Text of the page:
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Publication numberUS5582315 A
Publication typeGrant
Application numberUS 08/297,750
Publication dateDec 10, 1996
Filing dateAug 30, 1994
Priority dateAug 30, 1994
Fee statusPaid
Publication number08297750, 297750, US 5582315 A, US 5582315A, US-A-5582315, US5582315 A, US5582315A
InventorsGrahame W. Reid
Original AssigneeInnovative Molding, Inc.
Export CitationBiBTeX, EndNote, RefMan
External Links: USPTO, USPTO Assignment, Espacenet
Pour spout closure with handle
US 5582315 A
A threaded closure for large-mouth containers has a handle which swings up or down on a horizontal pivot, and closes a vent hole when in the downward position. A pour spout rotates on an inclined off-vertical axis, to store the pour spout closely alongside the top surface of the closure, sealing off the pour spout, or to rotate outward to an upwardly inclined pouring position in which the spout is open. The vent hole in the top of the closure has a negative draft for a snap fit with a nipple or plug on the handle. Another preferred element of the closure construction is that the handle is held onto the closure body with polygonally shaped pegs extending into similarly shaped holes in the closure body. The handle thus tends to stay in different selected positions when pouring. The plastic handle itself is molded to a smaller reach width, so that it is stretched when assembled and continuously exerts a force inward against the closure body, reliably holding the pegs in the holes. Another feature of the invention relates to the pour spout seal, which includes an upwardly dome-shaped surface on the closure, so that when the pour spout or spigot is snapped into place, a chamber-dividing web of the pour spout wipes across this domed surface with sealing pressure constantly exerted.
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I claim:
1. A pour spout closure for a relatively large mouth container, of the type wherein a pour spout or spigot rotates from a closed position rotated back toward the center of the closure and an open position projecting outwardly over the edge of the closure, and wherein a pivoted handle secured to the closure body swings up to a position for carrying the weight of the closure and container and swings down to a position against an upper surface of the closure body, comprising:
the closure comprising a raised region at the top of the closure body, having a downwardly and outwardly sloped, substantially annular circumferential wall with an annular groove at the bottom of the wall and a slightly upwardly domed top surface on the raised region, with an opening at one side of the domed top surface,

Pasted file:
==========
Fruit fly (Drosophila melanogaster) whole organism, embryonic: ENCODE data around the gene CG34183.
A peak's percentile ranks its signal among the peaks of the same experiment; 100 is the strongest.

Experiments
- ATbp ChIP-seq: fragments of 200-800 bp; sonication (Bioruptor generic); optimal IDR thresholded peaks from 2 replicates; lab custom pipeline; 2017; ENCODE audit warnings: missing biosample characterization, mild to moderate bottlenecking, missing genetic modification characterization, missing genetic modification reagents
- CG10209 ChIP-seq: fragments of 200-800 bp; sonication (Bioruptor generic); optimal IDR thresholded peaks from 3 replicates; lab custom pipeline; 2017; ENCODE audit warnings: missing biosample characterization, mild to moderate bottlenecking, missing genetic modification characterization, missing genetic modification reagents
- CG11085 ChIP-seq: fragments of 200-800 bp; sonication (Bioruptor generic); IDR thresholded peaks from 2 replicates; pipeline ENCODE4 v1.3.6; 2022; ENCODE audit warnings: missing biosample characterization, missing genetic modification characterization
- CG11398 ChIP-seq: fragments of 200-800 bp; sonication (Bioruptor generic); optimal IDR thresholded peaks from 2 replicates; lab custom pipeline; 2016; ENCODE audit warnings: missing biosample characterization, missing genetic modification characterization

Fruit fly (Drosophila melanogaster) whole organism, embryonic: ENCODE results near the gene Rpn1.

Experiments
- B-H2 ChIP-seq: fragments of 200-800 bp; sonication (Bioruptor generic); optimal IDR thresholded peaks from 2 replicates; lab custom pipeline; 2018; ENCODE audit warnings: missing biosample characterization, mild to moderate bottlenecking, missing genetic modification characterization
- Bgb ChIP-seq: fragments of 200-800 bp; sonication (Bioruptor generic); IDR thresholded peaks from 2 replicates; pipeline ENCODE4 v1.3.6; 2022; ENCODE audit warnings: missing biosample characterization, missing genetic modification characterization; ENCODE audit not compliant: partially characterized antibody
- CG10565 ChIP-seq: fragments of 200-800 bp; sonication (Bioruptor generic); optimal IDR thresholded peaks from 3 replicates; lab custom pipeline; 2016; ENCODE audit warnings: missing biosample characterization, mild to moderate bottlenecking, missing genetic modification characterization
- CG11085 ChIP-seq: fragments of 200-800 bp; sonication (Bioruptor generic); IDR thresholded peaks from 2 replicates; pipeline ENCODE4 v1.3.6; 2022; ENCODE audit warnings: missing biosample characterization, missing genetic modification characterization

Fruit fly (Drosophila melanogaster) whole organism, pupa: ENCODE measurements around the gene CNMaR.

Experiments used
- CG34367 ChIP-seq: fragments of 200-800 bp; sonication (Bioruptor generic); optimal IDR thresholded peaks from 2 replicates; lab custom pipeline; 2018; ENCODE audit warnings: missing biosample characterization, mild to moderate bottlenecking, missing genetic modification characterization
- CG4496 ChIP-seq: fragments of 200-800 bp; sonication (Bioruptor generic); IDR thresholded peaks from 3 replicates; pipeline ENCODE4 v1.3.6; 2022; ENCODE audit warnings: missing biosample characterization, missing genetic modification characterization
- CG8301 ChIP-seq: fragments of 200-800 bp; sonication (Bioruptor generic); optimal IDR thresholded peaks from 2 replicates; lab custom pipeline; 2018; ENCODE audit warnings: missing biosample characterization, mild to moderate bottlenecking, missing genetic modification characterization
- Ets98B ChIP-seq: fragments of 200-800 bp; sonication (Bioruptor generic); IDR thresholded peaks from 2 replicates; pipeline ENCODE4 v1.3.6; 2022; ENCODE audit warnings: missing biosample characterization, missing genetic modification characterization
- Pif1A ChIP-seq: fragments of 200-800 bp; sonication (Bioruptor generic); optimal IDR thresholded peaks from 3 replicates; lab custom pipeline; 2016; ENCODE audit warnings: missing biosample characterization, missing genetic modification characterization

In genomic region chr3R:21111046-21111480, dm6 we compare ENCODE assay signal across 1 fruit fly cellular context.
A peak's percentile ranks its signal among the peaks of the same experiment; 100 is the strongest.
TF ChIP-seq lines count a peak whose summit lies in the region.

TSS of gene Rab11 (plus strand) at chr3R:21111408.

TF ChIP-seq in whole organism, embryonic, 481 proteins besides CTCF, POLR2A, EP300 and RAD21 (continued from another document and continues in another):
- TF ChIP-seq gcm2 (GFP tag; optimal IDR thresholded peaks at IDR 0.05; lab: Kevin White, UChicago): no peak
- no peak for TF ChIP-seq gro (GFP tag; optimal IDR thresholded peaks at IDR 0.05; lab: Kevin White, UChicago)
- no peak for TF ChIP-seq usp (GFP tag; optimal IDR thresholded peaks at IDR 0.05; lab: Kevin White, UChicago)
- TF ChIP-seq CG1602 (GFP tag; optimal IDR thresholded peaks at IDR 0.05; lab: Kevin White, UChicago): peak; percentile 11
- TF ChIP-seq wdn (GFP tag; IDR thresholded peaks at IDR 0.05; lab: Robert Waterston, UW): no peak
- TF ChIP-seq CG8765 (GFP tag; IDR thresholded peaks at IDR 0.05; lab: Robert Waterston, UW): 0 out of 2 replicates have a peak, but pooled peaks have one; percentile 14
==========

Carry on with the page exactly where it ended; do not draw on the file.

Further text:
and the pour spout or spigot further including a generally bell-shaped base portion and a generally tubular pour spout portion, the pour spout communicating with a first chamber in the base portion, and there being a second chamber in the base portion divided from the first chamber by a dividing wall, and the pour spout including an annular flange for assembling down over and snapping into the annular groove on the circumferential wall of the raised region of the closure body, the dividing wall between the two chambers being arched convexly downwardly so that it will engage with an interference or biasing preload against the domed top surface of the raised region, so that when snapped together onto the raised region, the dividing wall of the pour spout structure slightly displaces the domed top surface and engages the domed top surface tightly in a preloaded wiper seal arrangement,
whereby the preload between the dividing wall and the domed top surface of the raised region on the closure body effectively prevents leakage from the open side of the raised region's top surface across to the chamber connected to the tubular pouring spout.
2. The closure construction of claim 1, further including an annular ridge surrounding the two chambers in the base portion of the pour spout component, positioned to engage downwardly with a sealing pressure against an annular region of a shoulder at the periphery of the domed top surface of the raised region when the pour spout component is snapped together onto the closure body, to further seal against leakage between the closure body an the pour spout component.

This invention is concerned with container closures, and more specifically with a threaded closure for a large-mouth container, e.g. with a three-inch or greater diameter finish, the closure including an openable/closable pour spout and an upwardly pivotable handle for carrying the container and for holding the container for pouring.

A dispensing spout is often desirable for containers carrying liquids. It is desirable to have a pour spout forming a part of a closure for the container, preferably with the pour spout movable from an open, dispensing position to a closed and sealed position.